Category Archives: Consulting

It’s All About The Triple Bottom Line

I have spent the last three years of my life working in the growing segment of businesses known as triple-bottom-line companies or social ventures. According to the Skoll Foundation ( –a foundation based on the principles that strategic investments can lead to lasting social change) a social entrepreneur is: society’s change agent, a pioneer of innovations that benefit humanity.

Although this is a relatively new movement, all around us we see the growing momentum of companies identifying and implementing aspects of social responsibility into their models. This is as much a financial decision as anything else! Dollars spent on social programs can often make more marketing or operational sense than traditional advertising or waste management methods. In these circumstances everybody wins. As society continues to demand more responsibility it continues to pay for companies to develop and demonstrate a competent social strategy.

There is a wealth of knowledge on the subject, best summarized and directed, (In my personal opinion) on Wikipedia. and the internal and external links provide a very good summary. Applying these principles in a business certainly does not have to be a gigantic overhaul, or a substantial change in the business model. Sometimes it’s as simple as a personal change in perspective. Implementing these principles into a business model however, can create lasting strategic partnerships and goodwill that provide a legacy and public image much bigger and better than money alone can provide.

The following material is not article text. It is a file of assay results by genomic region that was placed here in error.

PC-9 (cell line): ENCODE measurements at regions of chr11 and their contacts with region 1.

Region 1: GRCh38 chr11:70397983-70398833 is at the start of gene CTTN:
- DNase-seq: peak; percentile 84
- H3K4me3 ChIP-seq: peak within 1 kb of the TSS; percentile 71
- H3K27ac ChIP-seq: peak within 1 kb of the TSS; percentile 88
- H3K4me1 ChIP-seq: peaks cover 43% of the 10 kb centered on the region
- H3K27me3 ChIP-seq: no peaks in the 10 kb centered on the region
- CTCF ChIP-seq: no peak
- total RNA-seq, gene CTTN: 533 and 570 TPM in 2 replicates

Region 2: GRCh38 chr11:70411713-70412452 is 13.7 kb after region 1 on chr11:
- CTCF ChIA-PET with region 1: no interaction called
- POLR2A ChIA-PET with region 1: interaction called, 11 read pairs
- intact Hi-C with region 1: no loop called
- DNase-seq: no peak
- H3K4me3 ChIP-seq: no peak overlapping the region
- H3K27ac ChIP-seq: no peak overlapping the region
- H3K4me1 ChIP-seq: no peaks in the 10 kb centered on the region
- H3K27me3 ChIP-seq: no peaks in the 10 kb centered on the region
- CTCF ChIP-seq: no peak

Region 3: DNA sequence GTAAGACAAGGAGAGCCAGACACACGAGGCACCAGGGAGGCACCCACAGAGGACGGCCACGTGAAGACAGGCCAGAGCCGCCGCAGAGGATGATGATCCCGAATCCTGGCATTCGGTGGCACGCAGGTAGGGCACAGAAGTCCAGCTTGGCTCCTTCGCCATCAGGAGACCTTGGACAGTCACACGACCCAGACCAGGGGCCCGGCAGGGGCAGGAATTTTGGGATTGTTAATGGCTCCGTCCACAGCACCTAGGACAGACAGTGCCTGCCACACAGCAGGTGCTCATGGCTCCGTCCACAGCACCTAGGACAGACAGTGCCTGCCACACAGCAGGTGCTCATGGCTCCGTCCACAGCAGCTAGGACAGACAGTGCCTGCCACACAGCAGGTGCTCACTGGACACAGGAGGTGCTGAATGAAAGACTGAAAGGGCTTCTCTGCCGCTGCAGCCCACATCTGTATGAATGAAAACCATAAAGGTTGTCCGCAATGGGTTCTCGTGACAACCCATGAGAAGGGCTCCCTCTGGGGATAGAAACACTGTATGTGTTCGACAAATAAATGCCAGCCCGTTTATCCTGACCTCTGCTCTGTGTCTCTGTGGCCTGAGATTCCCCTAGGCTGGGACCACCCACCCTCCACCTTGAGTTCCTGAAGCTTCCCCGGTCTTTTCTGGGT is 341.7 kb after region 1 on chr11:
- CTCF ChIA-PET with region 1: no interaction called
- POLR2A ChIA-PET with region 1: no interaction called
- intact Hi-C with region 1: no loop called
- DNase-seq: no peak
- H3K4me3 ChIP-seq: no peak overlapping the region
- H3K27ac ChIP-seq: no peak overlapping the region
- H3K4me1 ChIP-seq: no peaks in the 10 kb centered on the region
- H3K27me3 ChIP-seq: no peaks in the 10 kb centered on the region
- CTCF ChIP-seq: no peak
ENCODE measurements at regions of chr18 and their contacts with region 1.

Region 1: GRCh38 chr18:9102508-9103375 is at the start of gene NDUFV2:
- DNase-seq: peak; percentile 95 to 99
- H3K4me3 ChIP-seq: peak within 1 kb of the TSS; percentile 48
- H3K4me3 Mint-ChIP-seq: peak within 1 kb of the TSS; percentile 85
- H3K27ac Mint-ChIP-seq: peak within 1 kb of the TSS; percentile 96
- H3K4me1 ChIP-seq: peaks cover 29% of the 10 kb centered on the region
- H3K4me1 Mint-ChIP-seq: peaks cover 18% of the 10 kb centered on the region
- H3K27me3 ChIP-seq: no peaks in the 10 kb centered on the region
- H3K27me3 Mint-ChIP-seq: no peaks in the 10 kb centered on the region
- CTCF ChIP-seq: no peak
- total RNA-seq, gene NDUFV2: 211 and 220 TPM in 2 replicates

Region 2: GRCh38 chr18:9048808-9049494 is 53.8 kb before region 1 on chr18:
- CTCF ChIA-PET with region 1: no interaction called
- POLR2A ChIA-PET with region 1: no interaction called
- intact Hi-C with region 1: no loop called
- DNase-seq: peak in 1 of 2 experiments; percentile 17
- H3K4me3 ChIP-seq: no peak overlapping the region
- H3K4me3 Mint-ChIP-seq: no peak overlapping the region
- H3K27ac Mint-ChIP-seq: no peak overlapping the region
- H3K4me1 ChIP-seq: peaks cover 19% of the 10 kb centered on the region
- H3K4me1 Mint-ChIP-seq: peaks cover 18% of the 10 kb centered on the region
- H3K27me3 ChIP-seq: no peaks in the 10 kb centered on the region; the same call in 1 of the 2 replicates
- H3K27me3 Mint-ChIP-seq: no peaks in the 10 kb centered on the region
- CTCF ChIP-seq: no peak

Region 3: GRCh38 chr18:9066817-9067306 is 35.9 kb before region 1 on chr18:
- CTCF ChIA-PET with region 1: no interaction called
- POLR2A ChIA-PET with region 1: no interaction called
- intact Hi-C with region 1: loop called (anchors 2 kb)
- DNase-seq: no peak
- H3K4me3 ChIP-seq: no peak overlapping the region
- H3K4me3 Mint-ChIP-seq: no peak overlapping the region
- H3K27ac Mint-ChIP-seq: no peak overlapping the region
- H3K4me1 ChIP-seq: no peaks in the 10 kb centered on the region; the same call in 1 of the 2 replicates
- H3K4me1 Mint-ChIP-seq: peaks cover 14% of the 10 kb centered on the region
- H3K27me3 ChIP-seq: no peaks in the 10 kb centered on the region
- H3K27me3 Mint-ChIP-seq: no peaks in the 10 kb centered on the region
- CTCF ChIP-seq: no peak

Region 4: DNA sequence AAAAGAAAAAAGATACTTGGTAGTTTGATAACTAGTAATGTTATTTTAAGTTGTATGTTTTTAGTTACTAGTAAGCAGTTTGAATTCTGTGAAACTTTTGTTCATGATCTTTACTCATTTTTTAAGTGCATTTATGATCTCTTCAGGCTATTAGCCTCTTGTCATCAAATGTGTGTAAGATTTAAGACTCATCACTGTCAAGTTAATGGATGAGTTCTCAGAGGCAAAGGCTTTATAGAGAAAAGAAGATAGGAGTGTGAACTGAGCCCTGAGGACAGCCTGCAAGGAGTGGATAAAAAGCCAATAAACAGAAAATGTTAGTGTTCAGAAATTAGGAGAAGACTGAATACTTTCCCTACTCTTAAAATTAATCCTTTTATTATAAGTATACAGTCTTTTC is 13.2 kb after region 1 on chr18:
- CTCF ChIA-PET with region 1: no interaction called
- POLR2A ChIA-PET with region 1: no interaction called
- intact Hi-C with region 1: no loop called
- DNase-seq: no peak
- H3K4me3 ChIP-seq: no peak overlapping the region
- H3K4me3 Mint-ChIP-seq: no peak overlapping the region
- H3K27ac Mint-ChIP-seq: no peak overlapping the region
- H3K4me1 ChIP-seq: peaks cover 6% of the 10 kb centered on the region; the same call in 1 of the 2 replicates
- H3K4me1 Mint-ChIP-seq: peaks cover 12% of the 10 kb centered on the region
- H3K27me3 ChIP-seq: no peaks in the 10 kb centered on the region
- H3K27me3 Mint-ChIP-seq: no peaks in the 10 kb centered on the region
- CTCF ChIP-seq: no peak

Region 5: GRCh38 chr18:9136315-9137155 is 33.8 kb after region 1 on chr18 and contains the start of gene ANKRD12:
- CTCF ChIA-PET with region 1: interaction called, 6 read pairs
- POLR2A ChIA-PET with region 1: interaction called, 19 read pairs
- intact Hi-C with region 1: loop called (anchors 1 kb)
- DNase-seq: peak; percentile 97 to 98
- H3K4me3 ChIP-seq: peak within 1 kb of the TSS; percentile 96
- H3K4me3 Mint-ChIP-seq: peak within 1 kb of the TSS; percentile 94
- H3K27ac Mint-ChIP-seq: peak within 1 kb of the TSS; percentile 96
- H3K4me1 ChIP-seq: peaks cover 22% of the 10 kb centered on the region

Clean Water–Profitable Technology

I remember a discussion I had with a friend a while ago where he was convinced that if he was ever going to start a business, or invest in a commodity, he would invest in water. “It’s the biggest thing next to energy!” He cheered.

About two weeks ago I had an interesting meeting with a gentlemen by the name of Hugh Bradley. We had a number of telephone conversations and he told me about the interesting technology he had developed for water-softening / water-purification. It is a powerful mono-pole ceramic magnet that filters water with astonishing efficiency. Perhaps even more interesting is the fact that is manufactured in Payson, Utah. The names of the contracts Hugh professed were very significant, and the technology he touted was very interesting. His product is marketed and distributed through an independent contractor network.

It is a new product line and I couldn’t find anything about his company online. He prefers to keep it that way, as a product which he believes will absolutely sell itself.

I personally could not help him distribute his product, not only for time constraints, but also because I felt that as a business investment his proposal was too much emotionally/religiously based. It was fascinating conversation, none-the-less, and I would encourage anyone to look up Hugh Bradley and his Bioengineering Solutions for water purification to learn more about his opportunity.

My family has magnets and I also spoke with another mentor who runs magnets on a number of different properties. Magnets are great, but they do lose power over time. There are also a number of restrictions with the type of pipe on which you can place them. I would definitely look into it first the company and technology and reviews before either buying or selling magnets for water softening.

Water purification however is an incredibly fascinating and lucrative industry, especially in areas where water is a scarce resource. Magnets, chemical or mechanical each has its advantages and disadvantages.